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MySQL Show Indexes

We can get the index information of a table using the Show Indexes statement. This statement can be written as:

In the above syntax, we can see that if we want to get the index of a table, it requires to specify the table_name after the FROM keyword. After the successful execution of the statement, it will return the index information of a table in the current database.

If we want to get the index information of a table in a different database or database to which you are not connected, MySQL allows us to specify the database name with the Show Indexes statement. The following statement explains it more clearly:

The above statement can also be written as:

Note: It is noted that Index and Keys both are synonyms of Indexes, and IN is the synonyms of FROM keyword. Therefore, we can also write the Show Indexes statement with these synonyms as below:


The SHOW INDEX query returns the following fields/information:

Table: It contains the name of the table.

Non_unique: It returns 1 if the index contains duplicates. Otherwise, it returns 0.

Key_name: It is the name of an index. If the table contains a primary key, the index name is always PRIMARY.

Seq_in_index: It is the sequence number of the column in the index that starts from 1.

Column_name: It contains the name of a column.

Collation: It gives information about how the column is sorted in the index. It contains values where A represents ascending, D represents descending, and Null represents not sorted.

Cardinality: It gives an estimated number of unique values in the index table where the higher cardinality represents a greater chance of using indexes by MySQL.

Sub_part: It is a prefix of the index. It has a NULL value if all the column of the table is indexed. When the column is partially indexed, it will return the number of indexed characters.

Packed: It tells how the key is packed. Otherwise, it returns NULL.

NULL: It contains blank if the column does not have NULL value; otherwise, it returns YES.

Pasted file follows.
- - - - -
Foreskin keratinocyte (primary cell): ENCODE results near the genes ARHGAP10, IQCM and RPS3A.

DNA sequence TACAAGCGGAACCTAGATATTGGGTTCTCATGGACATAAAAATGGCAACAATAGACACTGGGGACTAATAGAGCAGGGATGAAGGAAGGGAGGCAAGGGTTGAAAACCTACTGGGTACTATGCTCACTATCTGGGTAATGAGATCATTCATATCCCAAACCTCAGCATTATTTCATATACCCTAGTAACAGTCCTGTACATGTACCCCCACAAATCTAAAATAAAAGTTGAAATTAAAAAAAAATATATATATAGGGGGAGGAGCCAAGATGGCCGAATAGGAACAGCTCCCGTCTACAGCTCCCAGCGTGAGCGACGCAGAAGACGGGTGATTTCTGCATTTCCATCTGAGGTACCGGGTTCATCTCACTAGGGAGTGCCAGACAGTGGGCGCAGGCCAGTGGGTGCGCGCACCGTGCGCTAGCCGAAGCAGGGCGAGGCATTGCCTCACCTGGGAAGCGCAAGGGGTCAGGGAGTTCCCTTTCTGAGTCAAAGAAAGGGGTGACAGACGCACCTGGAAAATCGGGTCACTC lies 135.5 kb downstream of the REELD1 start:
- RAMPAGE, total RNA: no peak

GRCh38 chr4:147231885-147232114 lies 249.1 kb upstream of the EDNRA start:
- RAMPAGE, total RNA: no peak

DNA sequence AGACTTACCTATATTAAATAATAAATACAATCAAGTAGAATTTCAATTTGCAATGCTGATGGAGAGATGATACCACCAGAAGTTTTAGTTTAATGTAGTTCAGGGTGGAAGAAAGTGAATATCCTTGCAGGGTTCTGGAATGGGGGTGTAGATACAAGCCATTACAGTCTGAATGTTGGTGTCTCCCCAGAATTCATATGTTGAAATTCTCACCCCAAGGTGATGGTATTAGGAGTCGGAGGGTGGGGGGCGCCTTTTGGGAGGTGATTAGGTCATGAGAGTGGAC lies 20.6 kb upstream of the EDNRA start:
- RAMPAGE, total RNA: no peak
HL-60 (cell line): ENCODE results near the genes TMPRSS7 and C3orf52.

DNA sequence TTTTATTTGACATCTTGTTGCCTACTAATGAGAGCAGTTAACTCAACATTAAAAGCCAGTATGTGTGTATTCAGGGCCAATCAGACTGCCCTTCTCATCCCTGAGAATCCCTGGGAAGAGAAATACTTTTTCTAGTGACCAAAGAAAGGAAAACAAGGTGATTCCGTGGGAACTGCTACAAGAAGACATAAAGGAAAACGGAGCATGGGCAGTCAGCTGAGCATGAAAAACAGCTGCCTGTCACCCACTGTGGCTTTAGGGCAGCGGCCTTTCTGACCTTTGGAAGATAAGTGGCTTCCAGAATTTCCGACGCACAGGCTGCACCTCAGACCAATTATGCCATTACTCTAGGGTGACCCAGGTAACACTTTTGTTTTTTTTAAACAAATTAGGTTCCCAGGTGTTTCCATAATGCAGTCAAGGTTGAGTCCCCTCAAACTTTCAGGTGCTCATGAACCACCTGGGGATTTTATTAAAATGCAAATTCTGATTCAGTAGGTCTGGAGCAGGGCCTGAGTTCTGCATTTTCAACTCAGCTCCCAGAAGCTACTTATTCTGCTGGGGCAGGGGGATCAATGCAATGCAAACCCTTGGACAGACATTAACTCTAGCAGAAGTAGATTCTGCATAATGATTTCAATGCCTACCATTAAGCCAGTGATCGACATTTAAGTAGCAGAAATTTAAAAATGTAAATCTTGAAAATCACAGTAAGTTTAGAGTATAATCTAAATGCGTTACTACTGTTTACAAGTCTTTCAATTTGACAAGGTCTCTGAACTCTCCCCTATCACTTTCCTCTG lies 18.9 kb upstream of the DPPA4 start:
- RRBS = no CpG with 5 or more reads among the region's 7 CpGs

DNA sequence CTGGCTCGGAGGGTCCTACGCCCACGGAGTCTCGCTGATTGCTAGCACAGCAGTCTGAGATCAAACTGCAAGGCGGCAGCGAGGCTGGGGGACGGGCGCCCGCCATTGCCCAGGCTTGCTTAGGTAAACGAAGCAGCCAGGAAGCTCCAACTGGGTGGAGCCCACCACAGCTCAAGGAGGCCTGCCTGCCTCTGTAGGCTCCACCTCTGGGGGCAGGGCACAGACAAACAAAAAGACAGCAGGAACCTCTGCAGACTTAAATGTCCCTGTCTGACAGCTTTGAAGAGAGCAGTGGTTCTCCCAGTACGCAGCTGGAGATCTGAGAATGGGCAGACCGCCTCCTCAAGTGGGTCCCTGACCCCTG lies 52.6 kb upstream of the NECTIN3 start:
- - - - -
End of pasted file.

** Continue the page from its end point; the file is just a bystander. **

Index_type: It contains the name of the index method like BTREE, HASH, RTREE, FULLTEXT, etc.

Comment: It contains the index information when they are not described in its column. For example, when the index is disabled, it returns disabled.

Index_column: When you create an index with comment attributes, it contains the comment for the specified index.

Visible: It contains YES if the index is visible to the query optimizer, and if not, it contains NO.

Expression: MySQL 8.0 supports functional key parts that affect both expression and column_name columns. We can understand it more clearly with the below points:

  • For functional parts, the expression column represents expression for the key part, and column_name represents NULL.
  • For the non-functional part, the expression represents NULL, and column_name represents the column indexed by the key part.


Here, we are going to create a table student_info that contains the student id, name, age, mobile number, and email details. Execute the following command to create a table:

Next, we create an index on this table by the following command:

Now, execute the following command that returns the all index information from the student_info table:

We will get the output below:

MySQL Show Indexes

Filter Index Information

We can filter the index information using where clause. The following statement can be used to filter the index information:


If you want to get only invisible indexes of the student_info table, execute the following command:

It will give the following output:

MySQL Show Indexes


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